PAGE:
Journal of Applied Philosophy 34 (4):573-592 (2017)

George Hull
University of Cape Town
The ideas of the South African Black Consciousness Movement developed as an intellectual response to the situation of black South Africans under apartheid. Though influential, Black Consciousness ideas about how the injustice of apartheid was to be conceptualised, and what form resistance to it consequently needed to take, have always awoken controversy. Here I defend the original Black Consciousness theorists, Bantu Steve Biko and Nyameko Barney Pityana, against charges of racial inherentism, espousing a prescriptive conception of black identity, and racism. I argue that, on Biko and Pityana's account, a central aspect of the injustice of South African apartheid was a hermeneutical injustice – at first deliberately perpetrated, but structurally self-reproducing – against the oppressed groups. Thus illuminated, I argue, the ideas of the original Black Consciousness theorists have great plausibility, connect interestingly with contemporary thinking about race and justice, and are of practical relevance today both in South Africa and elsewhere.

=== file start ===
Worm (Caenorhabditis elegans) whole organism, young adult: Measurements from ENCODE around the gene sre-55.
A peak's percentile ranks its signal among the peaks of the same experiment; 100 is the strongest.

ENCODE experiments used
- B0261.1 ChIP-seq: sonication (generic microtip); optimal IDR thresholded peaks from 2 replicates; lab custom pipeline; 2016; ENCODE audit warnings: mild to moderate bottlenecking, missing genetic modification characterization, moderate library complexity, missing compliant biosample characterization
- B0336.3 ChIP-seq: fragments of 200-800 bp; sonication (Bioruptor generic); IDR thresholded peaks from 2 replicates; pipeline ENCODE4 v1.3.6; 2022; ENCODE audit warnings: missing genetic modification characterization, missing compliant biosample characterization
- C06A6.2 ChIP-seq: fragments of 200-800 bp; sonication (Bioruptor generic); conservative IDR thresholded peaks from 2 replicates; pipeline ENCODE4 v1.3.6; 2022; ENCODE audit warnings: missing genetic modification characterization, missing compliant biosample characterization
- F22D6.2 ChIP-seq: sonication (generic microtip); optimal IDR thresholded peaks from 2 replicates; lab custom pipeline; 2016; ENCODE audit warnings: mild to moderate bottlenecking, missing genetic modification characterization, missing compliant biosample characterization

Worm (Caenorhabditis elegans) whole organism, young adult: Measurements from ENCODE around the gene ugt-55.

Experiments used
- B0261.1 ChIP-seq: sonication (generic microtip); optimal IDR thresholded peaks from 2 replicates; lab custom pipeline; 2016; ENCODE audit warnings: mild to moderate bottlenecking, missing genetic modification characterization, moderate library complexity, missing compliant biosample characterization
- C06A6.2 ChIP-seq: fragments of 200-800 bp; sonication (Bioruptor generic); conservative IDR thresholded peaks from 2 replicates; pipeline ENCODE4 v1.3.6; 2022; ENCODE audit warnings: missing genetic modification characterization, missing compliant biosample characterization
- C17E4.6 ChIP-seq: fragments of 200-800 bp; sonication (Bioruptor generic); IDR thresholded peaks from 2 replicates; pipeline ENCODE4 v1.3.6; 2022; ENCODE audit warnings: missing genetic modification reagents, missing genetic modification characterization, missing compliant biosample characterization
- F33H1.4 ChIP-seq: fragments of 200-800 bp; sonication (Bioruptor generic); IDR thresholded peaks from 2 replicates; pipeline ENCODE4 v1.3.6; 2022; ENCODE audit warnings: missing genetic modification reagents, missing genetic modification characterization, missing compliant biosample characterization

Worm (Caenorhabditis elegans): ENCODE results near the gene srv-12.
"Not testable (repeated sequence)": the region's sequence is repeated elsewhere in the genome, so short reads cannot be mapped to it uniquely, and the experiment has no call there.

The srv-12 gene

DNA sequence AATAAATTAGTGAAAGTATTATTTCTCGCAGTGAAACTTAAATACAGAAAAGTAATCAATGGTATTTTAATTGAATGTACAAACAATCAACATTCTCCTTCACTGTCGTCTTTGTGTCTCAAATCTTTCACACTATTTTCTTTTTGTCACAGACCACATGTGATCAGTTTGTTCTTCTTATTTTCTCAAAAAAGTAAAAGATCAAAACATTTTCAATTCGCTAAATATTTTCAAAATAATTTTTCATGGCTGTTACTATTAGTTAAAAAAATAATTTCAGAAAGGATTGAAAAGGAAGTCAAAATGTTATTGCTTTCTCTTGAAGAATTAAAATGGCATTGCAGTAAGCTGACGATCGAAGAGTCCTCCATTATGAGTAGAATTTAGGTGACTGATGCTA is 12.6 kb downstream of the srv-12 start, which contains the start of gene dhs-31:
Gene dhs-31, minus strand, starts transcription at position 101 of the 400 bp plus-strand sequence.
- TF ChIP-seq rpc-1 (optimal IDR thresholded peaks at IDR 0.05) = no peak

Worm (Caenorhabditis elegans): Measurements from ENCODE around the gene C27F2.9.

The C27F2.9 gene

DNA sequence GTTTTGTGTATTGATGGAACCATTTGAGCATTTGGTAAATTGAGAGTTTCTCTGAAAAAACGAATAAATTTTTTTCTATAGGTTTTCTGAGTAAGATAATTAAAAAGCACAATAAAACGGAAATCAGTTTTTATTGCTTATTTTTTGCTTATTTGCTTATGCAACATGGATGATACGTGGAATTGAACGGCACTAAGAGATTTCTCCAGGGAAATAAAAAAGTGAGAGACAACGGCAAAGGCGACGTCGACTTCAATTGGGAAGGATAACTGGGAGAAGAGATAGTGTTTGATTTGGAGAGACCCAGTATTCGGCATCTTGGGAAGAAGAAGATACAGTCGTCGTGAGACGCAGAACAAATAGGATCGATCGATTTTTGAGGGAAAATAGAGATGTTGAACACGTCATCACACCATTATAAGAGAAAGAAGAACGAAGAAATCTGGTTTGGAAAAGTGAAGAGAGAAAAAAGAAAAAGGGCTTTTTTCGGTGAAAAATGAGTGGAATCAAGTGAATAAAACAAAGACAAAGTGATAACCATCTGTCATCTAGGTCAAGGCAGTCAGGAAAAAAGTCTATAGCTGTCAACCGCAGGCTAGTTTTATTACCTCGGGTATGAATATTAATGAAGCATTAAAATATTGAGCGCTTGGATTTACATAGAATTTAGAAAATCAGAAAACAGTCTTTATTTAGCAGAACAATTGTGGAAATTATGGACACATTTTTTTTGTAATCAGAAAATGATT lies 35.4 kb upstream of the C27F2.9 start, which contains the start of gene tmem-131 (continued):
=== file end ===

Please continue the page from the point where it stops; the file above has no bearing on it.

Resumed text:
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DOI 10.1111/japp.12201
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